A new report by the Congressional Budget Office (CBO) finds that health insurance costs will continue to rise under Obamacare while offering individuals fewer choices of doctors and lower reimbursement rates than employer-sponsored insurance plans.
Democrats attempted to present portions of the report detailing slight downward revisions of costs as evidence Obamacare will produce lower health insurance costs. However, as Deputy Chief of Staff for Senate Minority Leader Mitch McConnell Don Stewart told the Wall Street Journal, “‘Lower than expected’ is still not the same as ‘lower.’ Costs and premiums are still going up.”
Experts also point out that prices will largely hinge on the mix of healthy patients enrolled, a demographic metric that remains uncertain.
“It’s hard to say whether the 2014 rates anticipated the current age and health-mix of enrollees,” said SSR Health analyst Richard Evans. “Our guess is that the premiums will be too low for the issuers to earn a sustainable margin.”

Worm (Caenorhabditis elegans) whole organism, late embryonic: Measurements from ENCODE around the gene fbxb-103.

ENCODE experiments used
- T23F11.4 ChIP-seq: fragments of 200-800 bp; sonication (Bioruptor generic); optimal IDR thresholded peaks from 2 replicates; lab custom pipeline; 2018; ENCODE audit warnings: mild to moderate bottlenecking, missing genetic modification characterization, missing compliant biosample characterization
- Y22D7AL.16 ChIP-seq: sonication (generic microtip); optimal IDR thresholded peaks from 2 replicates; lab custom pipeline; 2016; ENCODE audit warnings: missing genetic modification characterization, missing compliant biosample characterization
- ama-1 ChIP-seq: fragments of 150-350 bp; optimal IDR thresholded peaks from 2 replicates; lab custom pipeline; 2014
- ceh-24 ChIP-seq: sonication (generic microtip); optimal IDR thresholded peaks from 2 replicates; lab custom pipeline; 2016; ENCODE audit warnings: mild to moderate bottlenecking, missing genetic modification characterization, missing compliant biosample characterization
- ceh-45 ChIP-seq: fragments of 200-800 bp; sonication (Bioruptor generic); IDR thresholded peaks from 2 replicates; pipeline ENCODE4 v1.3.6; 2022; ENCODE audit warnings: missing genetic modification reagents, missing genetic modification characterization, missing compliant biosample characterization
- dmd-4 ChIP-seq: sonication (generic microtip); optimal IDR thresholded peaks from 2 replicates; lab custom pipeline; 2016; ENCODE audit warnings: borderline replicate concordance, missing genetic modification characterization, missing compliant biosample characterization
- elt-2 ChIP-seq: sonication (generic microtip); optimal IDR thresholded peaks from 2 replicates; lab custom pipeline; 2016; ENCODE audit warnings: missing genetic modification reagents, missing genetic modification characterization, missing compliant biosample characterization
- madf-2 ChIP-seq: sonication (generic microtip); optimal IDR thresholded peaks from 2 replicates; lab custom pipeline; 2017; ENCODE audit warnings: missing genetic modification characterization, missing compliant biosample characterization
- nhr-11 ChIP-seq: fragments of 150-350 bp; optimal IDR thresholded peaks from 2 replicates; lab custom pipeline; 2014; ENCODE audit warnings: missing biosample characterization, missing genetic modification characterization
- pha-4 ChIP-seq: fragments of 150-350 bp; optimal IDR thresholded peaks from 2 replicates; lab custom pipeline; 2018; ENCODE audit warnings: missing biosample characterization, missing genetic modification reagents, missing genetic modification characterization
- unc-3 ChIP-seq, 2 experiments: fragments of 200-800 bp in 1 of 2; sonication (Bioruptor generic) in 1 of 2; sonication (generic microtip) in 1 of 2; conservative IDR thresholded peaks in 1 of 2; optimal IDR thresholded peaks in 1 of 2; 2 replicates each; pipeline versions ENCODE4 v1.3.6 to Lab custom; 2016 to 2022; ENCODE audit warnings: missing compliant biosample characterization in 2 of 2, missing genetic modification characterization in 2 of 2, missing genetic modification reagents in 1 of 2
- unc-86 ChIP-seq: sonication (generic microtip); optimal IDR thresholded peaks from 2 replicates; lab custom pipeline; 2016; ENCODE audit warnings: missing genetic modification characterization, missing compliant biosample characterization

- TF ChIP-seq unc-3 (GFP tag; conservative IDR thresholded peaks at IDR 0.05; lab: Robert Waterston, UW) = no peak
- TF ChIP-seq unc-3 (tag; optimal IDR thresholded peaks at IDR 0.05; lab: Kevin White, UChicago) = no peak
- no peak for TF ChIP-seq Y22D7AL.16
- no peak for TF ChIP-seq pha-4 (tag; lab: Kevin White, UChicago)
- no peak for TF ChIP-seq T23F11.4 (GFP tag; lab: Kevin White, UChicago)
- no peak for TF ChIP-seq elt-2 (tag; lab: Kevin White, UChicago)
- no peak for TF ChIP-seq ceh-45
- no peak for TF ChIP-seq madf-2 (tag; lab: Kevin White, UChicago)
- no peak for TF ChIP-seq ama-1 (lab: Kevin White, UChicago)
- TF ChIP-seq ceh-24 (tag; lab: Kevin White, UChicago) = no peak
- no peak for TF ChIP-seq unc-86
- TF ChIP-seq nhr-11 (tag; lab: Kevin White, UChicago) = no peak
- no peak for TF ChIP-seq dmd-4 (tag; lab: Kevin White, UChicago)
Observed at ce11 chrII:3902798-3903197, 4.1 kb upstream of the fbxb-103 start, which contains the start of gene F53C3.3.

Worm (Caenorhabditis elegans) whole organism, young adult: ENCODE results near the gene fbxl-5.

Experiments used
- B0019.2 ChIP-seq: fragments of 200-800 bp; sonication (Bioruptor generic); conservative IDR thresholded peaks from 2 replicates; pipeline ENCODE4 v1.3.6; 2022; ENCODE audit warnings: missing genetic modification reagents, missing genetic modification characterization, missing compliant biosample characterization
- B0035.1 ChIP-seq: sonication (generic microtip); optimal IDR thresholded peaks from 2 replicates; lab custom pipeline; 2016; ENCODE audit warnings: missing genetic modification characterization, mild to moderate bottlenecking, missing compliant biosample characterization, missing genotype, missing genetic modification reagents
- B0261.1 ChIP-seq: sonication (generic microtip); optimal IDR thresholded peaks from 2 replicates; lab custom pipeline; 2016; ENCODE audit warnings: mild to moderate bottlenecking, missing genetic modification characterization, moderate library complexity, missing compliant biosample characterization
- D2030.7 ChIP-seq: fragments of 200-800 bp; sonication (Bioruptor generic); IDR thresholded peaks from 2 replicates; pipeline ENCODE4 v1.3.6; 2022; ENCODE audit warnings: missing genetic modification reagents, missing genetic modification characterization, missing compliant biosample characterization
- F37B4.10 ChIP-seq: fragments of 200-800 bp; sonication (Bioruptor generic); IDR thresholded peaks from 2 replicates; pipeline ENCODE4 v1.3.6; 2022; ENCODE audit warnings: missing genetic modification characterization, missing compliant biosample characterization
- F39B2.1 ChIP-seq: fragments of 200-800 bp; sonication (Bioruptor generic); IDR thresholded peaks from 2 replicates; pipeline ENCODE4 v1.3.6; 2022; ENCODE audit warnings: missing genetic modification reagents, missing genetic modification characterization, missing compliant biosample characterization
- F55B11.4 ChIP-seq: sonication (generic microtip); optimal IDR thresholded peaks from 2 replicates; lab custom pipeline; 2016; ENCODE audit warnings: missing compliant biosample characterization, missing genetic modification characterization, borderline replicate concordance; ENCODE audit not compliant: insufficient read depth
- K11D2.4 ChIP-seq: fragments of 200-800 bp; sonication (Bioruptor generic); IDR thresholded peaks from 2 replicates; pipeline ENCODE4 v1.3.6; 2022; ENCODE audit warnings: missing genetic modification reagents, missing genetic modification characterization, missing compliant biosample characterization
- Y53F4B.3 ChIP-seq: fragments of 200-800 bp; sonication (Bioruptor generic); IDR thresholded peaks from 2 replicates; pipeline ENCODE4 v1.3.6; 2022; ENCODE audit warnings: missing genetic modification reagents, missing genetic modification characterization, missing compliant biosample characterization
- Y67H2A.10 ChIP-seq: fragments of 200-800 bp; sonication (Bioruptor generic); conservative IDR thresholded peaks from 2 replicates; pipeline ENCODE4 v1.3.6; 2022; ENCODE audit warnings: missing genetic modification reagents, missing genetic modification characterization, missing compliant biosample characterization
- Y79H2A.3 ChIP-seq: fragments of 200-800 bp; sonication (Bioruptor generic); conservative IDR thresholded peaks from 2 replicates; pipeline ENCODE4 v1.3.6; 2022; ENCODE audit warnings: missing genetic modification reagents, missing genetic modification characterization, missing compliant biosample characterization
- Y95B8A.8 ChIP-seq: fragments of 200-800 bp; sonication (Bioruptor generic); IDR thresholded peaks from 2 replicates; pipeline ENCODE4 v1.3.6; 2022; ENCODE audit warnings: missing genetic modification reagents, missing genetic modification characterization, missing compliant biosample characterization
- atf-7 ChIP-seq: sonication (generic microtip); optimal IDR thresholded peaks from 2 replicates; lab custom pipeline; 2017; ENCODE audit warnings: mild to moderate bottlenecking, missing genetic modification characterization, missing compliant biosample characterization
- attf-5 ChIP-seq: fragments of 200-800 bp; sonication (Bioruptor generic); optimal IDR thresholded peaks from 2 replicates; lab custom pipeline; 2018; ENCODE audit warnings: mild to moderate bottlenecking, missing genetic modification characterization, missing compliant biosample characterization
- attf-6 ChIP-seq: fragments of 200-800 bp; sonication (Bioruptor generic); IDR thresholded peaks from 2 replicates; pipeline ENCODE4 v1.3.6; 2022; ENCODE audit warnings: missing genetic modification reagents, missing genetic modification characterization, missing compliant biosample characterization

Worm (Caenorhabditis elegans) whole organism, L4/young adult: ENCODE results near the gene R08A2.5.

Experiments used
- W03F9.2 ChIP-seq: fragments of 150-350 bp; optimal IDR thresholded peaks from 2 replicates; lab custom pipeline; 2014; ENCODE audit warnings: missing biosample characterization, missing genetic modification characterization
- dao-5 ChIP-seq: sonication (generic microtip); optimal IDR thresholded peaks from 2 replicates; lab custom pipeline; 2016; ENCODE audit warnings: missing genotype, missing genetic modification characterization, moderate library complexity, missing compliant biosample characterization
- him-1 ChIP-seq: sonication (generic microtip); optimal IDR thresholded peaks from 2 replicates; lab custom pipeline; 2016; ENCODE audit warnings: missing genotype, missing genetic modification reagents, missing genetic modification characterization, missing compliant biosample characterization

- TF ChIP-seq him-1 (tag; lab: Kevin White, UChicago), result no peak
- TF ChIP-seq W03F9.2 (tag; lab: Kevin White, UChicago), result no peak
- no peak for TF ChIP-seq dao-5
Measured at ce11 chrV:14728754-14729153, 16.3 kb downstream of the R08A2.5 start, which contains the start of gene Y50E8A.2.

The CBO report cautions on that very point.
“If enrollees in exchange plans in 2014 are significantly less healthy than insurers had expected, and their care therefore is significantly more costly, insurers could project notably higher costs in 2015 and charge correspondingly higher premiums in 2015 than in 2014,” the report stated.
Other low-lights from the report include:
- “Over the course of calendar year 2014, an average of 6 million people will be covered by insurance obtained through the exchanges.”
- “In 2024, 31 million people, or roughly one in nine non-elderly U.S. residents, will be without health insurance.”
- The federal government will bag “$456 billion in receipts from penalty payments, additional revenues resulting from the excise tax on high-premium insurance plans, and the effects on income and payroll tax revenues and associated outlays arising from projected changes in employer coverage.”
Obamacare remains deeply unpopular. According to the USA Today/Pew Research poll, just 37% of Americans now support Obamacare.